The largest piece on this disc is an oratorio. Scarlatti wrote quite a number of oratorios and in recent years several of them have been recorded. But all of these are longer works on an Italian text which in character differs little from the operas. 'La concettione della Beata Vergine' is different in that it is rather short and its text is in Latin. In this respect it reminds me of the oratorios which Giacomo Carissimi wrote in the middle of the 17th century. Stylistically the work is up to date, though, as Scarlatti makes use of the dacapo form in the arias, as in the previous cantata. In his programme notes Matthew Dirst writes that the sources suggest this oratorio has probably had a predecessor, a somewhat longer work that has got lost. He also refers to some incongruities between text and music, which suggests someone else has put the music of Scarlatti to a new text.
The subject is the immaculate conception of the Virgin Mary, a doctrine which was highly controversial in the early 18th century and not universally accepted. Pope Clement XI put an end to the debate as he made the Feast of the Immaculate Conception a holiday of obligation in 1708. He knew Alessandro Scarlatti well as both were members of the Accademia of the Swedish Queen Christina, who had settled in Rome after her conversion to Catholicism. Through this acquaintance Scarlatti could have been encouraged to write an oratorio on this subject. Whereas oratorios on Italian text were becoming more and more substitutes for the opera - whose performances were forbidden during Lent - this oratorio completely links up with tradition in which this form of music was considered a perfect vehicle to spread the message of the Counter-Reformation.
The four soloists represent four characters: the archangel Michael (soprano), Gratia (grace - alto), Haeresis (heresy - tenor) and Serpens (the serpent - bass). As usual the oratorio consists of two parts, and contains a sequence of recitatives and short arias, plus some duets and a trio. Even though text and music sometimes are in conflict this is a nice piece which deserves to be performed. Generally speaking the soloists give good performances. Only the bass has some problems with the top notes in his recitative 'Sile, gratia, sile'. But in his next aria he shows his great expressive skills. This aria also has a very beautiful basso continuo part which is played with considerable drive. The duet of tenor and bass, 'Fida comes sum', and the alto aria 'Sydera micabant' are also done rather well. The instrumental ensemble performs at the same level, although I noticed some intonation problems in one of the violins now and then.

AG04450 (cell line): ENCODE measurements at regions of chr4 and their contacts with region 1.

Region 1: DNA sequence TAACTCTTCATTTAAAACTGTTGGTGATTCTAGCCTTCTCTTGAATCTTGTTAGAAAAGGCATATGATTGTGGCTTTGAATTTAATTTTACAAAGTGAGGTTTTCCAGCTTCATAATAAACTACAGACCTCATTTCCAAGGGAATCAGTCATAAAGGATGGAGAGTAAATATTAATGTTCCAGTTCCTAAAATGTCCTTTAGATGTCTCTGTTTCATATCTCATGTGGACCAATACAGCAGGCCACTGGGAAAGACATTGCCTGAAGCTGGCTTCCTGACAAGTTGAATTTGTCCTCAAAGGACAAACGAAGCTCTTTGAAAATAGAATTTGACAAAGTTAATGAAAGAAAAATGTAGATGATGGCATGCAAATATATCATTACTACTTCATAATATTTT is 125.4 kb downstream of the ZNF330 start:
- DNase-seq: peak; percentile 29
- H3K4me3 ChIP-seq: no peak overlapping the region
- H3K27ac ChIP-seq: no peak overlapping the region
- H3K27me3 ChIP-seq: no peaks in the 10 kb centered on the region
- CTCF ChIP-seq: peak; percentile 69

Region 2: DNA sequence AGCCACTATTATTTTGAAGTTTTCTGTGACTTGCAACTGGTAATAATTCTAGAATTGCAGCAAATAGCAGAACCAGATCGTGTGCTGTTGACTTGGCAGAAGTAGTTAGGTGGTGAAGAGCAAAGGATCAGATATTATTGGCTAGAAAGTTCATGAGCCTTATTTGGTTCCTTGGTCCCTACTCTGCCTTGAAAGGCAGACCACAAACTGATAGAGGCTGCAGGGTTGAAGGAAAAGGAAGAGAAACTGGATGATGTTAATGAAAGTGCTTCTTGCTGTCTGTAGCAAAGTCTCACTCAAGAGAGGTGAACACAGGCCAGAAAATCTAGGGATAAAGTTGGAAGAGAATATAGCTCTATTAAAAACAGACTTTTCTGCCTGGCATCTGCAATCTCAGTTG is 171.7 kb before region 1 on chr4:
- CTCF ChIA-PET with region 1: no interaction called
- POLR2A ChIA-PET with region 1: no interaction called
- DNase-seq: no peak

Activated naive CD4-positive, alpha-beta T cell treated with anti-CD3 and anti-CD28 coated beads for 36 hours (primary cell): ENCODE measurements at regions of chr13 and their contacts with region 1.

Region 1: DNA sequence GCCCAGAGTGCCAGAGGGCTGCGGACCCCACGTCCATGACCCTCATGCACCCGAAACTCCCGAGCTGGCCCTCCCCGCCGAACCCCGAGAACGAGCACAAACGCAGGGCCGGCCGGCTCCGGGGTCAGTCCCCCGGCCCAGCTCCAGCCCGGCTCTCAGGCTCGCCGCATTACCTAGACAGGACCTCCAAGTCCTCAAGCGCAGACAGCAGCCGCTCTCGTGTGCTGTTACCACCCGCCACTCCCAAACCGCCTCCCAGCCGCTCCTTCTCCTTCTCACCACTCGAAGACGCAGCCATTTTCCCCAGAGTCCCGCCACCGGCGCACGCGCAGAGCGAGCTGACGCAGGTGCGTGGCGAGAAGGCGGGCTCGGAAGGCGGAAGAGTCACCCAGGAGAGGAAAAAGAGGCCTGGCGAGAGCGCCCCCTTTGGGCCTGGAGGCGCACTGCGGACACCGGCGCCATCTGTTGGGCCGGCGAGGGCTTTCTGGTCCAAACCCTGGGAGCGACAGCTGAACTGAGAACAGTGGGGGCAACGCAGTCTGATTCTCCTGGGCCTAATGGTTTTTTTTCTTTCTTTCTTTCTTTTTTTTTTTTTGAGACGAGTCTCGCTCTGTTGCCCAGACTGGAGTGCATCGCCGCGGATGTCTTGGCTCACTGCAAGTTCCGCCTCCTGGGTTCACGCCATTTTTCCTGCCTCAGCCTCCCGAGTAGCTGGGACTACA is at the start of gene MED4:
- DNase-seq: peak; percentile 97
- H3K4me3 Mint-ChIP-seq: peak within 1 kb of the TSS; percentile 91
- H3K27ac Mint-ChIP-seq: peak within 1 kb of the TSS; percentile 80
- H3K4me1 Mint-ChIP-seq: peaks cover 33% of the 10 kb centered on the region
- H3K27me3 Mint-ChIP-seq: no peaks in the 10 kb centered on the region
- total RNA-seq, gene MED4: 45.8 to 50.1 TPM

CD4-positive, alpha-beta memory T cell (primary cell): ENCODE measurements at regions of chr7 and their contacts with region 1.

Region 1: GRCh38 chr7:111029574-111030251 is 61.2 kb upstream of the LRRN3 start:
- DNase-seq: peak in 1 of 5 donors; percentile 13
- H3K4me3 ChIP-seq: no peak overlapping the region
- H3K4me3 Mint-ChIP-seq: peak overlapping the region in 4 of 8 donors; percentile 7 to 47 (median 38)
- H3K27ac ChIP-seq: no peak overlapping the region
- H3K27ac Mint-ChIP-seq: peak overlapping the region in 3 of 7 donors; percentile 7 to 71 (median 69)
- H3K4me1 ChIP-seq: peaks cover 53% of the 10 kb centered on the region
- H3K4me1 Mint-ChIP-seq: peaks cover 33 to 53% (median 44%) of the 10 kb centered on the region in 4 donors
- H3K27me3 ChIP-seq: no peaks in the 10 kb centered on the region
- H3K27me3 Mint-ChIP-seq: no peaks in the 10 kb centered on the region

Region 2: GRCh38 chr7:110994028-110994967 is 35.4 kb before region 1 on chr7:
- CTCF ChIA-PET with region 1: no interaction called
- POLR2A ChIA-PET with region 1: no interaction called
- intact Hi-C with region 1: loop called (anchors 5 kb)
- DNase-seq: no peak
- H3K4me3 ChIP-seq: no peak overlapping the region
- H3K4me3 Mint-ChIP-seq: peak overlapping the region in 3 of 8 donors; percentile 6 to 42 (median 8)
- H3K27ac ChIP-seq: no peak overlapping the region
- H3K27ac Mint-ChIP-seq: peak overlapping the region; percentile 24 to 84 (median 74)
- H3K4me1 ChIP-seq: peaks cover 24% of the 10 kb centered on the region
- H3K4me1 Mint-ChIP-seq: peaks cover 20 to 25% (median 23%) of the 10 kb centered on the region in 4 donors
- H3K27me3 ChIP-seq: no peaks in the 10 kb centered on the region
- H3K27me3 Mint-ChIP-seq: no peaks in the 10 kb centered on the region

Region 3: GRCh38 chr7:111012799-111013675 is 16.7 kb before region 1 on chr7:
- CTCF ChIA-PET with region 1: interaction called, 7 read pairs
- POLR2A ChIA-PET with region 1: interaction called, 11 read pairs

As I said, there are two ways of approaching this disc. Although I would have liked a bit more coherence in the programme I am glad that these particular pieces have been recorded. In particular the two vocal items are fine additions to the growing catalogue of Scarlatti's vocal music. The interpreters have certainly succeeded in bringing the music's quality into the limelight. Lovers of Alessandro Scarlatti's music in particular should not overlook this disc.
-- Johan van Veen, MusicWeb International